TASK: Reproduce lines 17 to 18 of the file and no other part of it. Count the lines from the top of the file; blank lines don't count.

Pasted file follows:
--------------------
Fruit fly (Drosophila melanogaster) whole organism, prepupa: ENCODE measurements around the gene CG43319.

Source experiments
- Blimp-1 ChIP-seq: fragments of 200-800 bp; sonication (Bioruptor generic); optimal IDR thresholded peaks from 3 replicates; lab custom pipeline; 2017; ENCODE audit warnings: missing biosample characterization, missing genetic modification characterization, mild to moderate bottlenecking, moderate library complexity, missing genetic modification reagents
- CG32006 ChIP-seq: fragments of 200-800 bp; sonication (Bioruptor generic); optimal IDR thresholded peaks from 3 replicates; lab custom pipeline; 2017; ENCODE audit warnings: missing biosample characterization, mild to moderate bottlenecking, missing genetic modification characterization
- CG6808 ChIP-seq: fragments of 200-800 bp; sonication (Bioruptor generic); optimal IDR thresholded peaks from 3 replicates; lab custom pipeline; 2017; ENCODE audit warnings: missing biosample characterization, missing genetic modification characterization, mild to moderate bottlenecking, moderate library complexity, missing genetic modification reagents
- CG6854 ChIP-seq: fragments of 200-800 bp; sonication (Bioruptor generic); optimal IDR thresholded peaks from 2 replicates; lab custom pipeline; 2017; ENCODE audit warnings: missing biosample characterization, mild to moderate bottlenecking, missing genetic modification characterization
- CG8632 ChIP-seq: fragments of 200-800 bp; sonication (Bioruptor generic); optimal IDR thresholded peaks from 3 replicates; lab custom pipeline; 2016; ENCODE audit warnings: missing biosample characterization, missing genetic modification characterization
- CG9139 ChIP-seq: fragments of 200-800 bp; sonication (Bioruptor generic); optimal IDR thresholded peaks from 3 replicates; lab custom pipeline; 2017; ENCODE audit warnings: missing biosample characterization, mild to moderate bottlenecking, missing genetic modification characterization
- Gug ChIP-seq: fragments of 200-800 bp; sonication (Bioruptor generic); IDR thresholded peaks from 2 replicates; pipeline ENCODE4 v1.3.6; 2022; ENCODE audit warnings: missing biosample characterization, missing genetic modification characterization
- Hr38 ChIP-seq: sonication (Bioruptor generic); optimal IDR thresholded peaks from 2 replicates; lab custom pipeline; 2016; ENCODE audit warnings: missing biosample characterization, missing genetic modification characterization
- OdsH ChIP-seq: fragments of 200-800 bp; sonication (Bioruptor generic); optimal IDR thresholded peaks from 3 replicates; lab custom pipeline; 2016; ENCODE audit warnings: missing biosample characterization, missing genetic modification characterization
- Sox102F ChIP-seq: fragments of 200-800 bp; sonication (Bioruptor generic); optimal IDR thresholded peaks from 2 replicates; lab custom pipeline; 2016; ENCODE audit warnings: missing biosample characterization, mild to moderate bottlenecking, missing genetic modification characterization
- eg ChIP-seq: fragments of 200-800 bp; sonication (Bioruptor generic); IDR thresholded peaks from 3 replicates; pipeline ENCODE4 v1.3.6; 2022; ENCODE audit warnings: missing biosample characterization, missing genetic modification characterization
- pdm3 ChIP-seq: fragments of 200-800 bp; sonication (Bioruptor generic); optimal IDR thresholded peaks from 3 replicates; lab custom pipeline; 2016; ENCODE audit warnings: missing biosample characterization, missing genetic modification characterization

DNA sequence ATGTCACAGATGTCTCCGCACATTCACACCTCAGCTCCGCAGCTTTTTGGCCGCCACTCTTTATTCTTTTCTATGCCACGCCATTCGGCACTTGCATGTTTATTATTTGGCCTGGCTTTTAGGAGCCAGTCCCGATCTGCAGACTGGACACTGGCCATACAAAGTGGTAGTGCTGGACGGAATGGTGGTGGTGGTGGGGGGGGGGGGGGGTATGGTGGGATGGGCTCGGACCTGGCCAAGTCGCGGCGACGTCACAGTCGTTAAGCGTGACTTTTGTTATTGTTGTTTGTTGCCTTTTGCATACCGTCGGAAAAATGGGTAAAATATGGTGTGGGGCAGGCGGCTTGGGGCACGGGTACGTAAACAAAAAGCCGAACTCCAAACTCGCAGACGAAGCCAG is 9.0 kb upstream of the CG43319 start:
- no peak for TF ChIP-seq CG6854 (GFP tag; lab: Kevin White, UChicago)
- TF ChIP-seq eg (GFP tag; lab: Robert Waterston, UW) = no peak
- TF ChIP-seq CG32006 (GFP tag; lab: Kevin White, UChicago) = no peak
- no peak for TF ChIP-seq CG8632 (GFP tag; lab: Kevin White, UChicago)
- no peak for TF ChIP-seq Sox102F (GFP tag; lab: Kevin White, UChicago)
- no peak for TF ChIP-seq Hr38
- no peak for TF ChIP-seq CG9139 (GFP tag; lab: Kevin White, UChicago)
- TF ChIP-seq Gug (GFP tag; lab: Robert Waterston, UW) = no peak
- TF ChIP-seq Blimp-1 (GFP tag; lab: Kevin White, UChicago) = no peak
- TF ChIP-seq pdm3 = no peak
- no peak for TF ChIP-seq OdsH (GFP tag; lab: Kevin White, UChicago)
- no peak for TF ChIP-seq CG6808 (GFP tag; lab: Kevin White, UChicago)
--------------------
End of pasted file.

- TF ChIP-seq eg (GFP tag; lab: Robert Waterston, UW) = no peak
- TF ChIP-seq CG32006 (GFP tag; lab: Kevin White, UChicago) = no peak